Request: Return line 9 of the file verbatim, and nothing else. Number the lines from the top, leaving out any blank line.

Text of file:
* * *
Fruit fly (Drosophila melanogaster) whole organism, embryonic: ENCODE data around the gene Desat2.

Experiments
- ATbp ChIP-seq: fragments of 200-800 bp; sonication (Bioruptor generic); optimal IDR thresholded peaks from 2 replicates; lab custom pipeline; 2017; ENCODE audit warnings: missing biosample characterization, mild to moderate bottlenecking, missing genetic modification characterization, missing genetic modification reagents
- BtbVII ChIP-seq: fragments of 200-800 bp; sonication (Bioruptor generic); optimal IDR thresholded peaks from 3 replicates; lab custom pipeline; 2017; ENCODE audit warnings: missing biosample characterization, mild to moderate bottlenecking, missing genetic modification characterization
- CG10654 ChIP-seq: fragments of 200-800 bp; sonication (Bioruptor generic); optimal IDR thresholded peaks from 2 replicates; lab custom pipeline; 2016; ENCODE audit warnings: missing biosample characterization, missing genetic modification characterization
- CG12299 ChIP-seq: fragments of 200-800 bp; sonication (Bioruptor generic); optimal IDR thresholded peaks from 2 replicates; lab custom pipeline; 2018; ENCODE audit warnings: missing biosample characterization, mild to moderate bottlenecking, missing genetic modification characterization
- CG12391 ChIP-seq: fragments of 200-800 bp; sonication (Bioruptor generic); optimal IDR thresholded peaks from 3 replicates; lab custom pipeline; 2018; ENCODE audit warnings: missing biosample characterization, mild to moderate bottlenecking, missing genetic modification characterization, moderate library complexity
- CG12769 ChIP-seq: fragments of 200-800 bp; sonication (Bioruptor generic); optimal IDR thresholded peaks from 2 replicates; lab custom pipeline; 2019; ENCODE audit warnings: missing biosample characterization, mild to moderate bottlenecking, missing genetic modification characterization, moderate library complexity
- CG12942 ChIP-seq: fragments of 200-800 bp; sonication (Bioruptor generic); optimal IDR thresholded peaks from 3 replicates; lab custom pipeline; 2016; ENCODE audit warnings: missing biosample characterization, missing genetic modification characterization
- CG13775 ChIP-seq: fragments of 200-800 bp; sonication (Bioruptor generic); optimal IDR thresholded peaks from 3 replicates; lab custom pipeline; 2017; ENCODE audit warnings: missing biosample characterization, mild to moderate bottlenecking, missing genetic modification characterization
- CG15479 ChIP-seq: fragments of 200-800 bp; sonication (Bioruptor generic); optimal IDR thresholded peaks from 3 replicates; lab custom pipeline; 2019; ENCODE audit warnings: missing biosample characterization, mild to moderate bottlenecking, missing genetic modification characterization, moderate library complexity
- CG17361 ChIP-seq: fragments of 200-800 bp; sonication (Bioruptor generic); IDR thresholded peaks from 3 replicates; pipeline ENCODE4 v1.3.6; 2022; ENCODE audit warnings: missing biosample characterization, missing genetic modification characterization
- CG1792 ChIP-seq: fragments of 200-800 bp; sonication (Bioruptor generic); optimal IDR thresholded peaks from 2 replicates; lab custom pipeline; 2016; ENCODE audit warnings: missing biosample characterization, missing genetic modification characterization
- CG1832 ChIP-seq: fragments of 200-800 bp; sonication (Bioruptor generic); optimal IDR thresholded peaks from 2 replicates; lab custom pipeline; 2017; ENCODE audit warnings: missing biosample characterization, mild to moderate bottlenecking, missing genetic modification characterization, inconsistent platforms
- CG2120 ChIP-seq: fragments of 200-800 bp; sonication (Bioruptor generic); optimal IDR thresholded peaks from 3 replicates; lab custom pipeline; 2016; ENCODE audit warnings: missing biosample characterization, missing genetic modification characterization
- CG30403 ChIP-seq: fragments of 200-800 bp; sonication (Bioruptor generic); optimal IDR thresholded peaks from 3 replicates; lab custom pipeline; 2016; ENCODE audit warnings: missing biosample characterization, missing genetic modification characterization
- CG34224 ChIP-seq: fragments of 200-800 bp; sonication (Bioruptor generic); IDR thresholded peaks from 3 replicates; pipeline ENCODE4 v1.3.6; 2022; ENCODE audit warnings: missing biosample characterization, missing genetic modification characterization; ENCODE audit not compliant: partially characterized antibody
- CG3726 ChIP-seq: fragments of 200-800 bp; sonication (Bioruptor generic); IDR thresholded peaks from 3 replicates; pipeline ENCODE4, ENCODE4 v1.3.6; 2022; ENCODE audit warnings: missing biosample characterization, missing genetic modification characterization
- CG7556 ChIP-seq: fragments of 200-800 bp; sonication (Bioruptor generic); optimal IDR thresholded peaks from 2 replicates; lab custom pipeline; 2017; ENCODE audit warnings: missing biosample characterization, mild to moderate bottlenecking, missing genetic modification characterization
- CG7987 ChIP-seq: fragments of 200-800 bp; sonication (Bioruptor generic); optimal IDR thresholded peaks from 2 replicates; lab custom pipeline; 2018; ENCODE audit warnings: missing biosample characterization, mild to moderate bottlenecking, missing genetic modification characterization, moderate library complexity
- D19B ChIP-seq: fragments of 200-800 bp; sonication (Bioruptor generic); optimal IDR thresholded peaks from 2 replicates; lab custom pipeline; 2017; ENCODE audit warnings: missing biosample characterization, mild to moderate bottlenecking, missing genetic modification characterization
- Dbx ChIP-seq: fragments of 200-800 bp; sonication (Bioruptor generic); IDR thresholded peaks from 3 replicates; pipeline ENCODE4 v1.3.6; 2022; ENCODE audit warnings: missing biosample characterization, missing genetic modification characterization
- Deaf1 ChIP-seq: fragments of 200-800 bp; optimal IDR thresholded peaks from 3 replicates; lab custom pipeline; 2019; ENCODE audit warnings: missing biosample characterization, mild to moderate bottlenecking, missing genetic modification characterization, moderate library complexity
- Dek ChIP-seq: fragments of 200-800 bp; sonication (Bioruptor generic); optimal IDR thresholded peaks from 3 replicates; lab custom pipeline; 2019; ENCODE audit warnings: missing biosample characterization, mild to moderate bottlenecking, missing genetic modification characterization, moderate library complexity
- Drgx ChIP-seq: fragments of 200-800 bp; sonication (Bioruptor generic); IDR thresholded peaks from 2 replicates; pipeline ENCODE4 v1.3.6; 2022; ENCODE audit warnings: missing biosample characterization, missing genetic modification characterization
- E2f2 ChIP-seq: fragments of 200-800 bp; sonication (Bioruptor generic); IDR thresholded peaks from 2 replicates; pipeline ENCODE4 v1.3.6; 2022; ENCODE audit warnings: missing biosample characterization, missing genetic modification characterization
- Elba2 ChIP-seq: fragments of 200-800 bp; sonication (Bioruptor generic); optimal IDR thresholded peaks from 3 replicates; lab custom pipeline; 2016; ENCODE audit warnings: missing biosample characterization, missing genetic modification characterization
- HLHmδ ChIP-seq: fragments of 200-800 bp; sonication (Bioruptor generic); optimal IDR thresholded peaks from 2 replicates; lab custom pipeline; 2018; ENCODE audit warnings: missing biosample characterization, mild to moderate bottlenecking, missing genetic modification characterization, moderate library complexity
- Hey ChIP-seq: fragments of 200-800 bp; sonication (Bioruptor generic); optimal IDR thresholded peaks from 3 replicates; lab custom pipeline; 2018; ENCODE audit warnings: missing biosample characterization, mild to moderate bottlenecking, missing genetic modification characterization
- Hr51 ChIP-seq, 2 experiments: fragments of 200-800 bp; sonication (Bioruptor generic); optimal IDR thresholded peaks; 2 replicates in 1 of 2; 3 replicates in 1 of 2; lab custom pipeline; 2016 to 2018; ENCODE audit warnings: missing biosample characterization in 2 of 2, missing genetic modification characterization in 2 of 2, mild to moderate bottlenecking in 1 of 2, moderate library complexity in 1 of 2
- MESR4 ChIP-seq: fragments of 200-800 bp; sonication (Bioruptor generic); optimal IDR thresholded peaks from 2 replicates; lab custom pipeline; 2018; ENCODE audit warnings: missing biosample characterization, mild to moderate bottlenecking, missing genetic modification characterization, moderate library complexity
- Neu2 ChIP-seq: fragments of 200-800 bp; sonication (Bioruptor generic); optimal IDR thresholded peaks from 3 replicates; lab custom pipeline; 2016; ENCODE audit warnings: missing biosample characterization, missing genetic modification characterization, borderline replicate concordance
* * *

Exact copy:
- CG12942 ChIP-seq: fragments of 200-800 bp; sonication (Bioruptor generic); optimal IDR thresholded peaks from 3 replicates; lab custom pipeline; 2016; ENCODE audit warnings: missing biosample characterization, missing genetic modification characterization